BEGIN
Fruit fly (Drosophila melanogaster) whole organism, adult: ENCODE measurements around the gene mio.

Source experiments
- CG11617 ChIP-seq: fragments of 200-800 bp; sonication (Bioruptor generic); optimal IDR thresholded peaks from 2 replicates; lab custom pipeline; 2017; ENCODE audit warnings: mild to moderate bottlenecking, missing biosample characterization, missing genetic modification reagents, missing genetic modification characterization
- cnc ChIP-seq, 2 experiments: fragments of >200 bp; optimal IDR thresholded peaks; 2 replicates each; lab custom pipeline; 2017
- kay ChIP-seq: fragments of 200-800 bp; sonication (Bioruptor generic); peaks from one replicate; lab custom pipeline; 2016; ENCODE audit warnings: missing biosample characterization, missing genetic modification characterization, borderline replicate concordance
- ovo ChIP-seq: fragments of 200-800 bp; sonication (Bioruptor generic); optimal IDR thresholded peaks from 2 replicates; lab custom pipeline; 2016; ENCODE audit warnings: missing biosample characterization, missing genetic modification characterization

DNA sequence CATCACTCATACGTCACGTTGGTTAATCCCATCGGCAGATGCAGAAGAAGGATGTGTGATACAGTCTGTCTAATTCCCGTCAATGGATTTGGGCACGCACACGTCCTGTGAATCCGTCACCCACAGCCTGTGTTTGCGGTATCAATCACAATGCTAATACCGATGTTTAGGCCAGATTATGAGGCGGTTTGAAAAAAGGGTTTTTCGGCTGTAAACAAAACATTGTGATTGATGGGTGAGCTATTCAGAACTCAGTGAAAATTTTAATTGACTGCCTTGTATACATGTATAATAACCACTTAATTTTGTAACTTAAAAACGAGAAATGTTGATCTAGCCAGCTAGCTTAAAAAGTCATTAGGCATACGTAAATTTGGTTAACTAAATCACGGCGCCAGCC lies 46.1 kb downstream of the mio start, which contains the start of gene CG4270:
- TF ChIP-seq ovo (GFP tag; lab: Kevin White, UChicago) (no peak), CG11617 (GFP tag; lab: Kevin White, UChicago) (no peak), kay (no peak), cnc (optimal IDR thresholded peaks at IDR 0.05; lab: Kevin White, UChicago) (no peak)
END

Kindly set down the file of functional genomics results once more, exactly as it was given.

Fruit fly (Drosophila melanogaster) whole organism, adult: ENCODE measurements around the gene mio.

Source experiments
- CG11617 ChIP-seq: fragments of 200-800 bp; sonication (Bioruptor generic); optimal IDR thresholded peaks from 2 replicates; lab custom pipeline; 2017; ENCODE audit warnings: mild to moderate bottlenecking, missing biosample characterization, missing genetic modification reagents, missing genetic modification characterization
- cnc ChIP-seq, 2 experiments: fragments of >200 bp; optimal IDR thresholded peaks; 2 replicates each; lab custom pipeline; 2017
- kay ChIP-seq: fragments of 200-800 bp; sonication (Bioruptor generic); peaks from one replicate; lab custom pipeline; 2016; ENCODE audit warnings: missing biosample characterization, missing genetic modification characterization, borderline replicate concordance
- ovo ChIP-seq: fragments of 200-800 bp; sonication (Bioruptor generic); optimal IDR thresholded peaks from 2 replicates; lab custom pipeline; 2016; ENCODE audit warnings: missing biosample characterization, missing genetic modification characterization

DNA sequence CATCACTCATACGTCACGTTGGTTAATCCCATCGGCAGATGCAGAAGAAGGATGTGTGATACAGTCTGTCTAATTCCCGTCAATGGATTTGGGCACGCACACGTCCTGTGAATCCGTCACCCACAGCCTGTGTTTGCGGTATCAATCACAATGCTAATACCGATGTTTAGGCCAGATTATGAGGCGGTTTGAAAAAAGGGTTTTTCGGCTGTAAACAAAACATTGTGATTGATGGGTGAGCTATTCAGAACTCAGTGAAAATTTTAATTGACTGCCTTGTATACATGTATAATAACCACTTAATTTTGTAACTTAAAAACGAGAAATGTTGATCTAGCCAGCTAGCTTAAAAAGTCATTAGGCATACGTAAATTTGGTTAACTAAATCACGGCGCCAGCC lies 46.1 kb downstream of the mio start, which contains the start of gene CG4270:
- TF ChIP-seq ovo (GFP tag; lab: Kevin White, UChicago) (no peak), CG11617 (GFP tag; lab: Kevin White, UChicago) (no peak), kay (no peak), cnc (optimal IDR thresholded peaks at IDR 0.05; lab: Kevin White, UChicago) (no peak)